Seventy percent of Israelis who are drafted into the Israel Defense Forces have agreed to donate bone marrow samples in order to save lives, according to a report in the Times of Israel. Evidently, as a result of the collaboration between the IDF and the Ezer Mizion Bone Marrow Registry, Israel now has the highest per capita bone marrow sample registry rate in the world. The implications of this will be especially felt in areas of the Jewish Diaspora that lacked sufficient donors, since bone marrow samples need to be made to people within one’s own ethnic group.

This implies that Israeli soldiers are not only defending the State of Israel but also the Jewish people, said Maj. Gen. (res) Elazar Stern, the officer who initiated the program. According to the Times of Israel, “A bone marrow transplant is, in essence, a stem cell donation. Those suffering from leukemia, Hodgkin’s lymphoma and a host of other blood diseases are no longer capable of producing healthy blood cells. Their bone marrow is under attack from the disease and decimated by chemotherapy, and often their only chance of survival is through a genetically compatible donor.”

Major Gen. Zamir asserted, “We are satisfied with the increase of IDF soldiers donating bone marrow. In days of emergency and routine, we educate our soldiers to fulfill their military missions, however complex and sensitive they may be, and stay human. There is no closer or more important bond between one human being and another, between someone who is in need and someone who wants to give, and especially when talking about a donation that improves life and sometimes even saves it.”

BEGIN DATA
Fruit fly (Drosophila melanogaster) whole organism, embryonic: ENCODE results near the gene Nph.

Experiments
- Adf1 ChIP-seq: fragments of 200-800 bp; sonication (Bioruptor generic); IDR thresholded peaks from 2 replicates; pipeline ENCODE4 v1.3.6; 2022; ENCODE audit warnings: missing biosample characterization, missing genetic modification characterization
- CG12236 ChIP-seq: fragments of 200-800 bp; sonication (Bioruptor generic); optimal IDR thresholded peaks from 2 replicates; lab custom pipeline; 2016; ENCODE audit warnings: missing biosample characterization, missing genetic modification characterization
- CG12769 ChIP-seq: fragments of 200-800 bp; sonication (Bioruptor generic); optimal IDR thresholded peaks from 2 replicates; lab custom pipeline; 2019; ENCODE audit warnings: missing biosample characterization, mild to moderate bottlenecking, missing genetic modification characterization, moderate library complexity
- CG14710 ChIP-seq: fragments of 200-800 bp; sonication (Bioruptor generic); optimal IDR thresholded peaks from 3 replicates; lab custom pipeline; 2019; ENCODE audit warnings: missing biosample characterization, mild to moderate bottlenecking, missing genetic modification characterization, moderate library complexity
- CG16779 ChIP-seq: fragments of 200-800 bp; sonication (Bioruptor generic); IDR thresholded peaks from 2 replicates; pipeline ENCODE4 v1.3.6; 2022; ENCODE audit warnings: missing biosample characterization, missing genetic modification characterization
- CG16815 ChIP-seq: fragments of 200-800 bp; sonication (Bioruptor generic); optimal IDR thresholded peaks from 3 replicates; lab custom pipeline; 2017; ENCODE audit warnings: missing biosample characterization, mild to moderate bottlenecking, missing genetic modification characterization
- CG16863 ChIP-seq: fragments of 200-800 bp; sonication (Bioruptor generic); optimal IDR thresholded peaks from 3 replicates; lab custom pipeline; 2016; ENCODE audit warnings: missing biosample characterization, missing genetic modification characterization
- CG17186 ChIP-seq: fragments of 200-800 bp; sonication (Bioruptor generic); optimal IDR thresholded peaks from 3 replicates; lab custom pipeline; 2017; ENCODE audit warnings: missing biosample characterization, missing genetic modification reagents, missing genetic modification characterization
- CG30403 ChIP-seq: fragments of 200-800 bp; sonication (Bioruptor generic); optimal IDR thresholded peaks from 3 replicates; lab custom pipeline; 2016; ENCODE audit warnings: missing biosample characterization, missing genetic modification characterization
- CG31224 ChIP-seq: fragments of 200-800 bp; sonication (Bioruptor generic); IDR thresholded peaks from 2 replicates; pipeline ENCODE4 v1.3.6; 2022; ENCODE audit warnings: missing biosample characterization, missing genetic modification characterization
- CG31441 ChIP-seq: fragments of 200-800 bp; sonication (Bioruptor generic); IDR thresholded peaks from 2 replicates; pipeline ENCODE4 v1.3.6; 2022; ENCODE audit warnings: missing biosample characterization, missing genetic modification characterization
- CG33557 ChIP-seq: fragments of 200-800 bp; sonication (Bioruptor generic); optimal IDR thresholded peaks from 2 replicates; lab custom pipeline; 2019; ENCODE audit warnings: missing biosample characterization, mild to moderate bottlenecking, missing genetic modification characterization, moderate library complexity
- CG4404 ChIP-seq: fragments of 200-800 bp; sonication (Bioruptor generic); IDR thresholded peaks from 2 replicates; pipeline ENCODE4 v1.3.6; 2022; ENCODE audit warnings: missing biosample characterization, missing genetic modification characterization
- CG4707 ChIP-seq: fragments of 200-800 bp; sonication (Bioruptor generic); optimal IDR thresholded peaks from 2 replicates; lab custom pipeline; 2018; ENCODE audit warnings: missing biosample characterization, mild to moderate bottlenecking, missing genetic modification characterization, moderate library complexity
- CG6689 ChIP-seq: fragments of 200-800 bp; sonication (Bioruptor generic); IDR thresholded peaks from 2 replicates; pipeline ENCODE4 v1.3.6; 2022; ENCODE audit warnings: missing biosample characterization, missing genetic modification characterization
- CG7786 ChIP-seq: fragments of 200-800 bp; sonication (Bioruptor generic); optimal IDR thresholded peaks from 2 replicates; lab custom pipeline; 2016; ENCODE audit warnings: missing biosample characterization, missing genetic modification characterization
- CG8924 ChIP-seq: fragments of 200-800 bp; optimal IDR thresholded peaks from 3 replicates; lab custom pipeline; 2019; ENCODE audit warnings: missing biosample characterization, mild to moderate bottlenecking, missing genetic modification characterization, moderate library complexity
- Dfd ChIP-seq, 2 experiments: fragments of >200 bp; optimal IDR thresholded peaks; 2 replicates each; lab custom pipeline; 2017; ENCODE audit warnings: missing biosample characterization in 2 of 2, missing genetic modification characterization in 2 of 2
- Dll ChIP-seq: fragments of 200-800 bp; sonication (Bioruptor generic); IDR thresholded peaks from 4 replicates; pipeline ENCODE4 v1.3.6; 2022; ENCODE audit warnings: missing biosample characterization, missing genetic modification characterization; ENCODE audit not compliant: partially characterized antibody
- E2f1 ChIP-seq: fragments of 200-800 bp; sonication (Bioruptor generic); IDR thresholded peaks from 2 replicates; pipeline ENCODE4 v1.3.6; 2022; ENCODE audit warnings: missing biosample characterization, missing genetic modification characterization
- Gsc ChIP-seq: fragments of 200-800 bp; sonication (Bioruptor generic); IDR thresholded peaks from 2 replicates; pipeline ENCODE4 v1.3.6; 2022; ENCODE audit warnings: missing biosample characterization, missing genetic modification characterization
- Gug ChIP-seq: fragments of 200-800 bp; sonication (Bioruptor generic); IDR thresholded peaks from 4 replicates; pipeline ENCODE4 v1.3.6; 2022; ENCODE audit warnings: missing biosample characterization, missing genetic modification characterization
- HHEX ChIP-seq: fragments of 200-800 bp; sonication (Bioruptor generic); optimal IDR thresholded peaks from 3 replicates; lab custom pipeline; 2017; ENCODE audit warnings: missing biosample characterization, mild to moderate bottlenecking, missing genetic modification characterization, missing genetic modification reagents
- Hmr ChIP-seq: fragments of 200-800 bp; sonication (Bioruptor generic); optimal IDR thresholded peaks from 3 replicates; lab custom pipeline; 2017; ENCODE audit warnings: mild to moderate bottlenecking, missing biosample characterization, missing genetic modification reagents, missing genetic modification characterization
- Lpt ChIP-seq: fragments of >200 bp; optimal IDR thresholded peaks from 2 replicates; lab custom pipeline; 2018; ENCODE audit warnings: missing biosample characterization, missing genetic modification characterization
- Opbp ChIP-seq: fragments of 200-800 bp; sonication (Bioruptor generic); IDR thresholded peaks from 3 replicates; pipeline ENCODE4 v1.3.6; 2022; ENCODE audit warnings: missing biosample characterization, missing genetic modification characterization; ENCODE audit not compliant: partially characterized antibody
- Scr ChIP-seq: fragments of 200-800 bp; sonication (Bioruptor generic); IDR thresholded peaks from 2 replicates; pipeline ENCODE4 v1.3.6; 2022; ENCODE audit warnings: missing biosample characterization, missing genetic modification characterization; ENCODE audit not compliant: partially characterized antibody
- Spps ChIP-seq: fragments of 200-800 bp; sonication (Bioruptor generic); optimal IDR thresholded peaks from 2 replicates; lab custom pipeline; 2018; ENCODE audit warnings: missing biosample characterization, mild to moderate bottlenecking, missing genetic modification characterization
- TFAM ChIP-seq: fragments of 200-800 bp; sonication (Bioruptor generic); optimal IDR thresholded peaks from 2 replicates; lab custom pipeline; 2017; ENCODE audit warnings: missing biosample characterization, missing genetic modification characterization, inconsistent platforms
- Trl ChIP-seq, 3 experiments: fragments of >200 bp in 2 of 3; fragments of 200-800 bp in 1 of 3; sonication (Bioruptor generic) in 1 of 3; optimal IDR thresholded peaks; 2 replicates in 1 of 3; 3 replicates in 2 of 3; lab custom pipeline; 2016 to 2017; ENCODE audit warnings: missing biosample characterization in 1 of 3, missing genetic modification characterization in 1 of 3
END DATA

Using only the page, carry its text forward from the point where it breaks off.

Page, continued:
One of the donors was Sgt. Idan Ducach. When he decided to enlist, he did a blood test with the Ezer Mizion Bone Marrow Registry. Later on, they called Sgt. Ducach up and asked him to donate his bone marrow. He complied and ended up saving the life of a young American boy named Alex. Sgt. Ducach would later on fly to the United States in order to meet Alex and his family, whom he told “about the process of the donation, about the unique cooperation with the IDF,” and Alex’s family responded by showing pictures and stories from Alex’s illness. Sgt. Ducach claims after that “it really began to sink in that I saved someone’s life.”

A combat soldier named Cpl. Osher Ozen also decided to give a blood sample and would later join the list of Israeli soldiers donating blood marrow. He managed to save a six-year-old girl with his donation and has zero regrets about it. Cpl. Ozen asserted, “When I decided to give a blood sample at the Induction Center, I thought that since I chose to become a combat soldier and am contributing to the country, then saving a life with a bone marrow donation is just like fighting in enemy territory. When informed, […] I decided to go for it and save a life.” His commanders supported him through this process.

By Rachel Avraham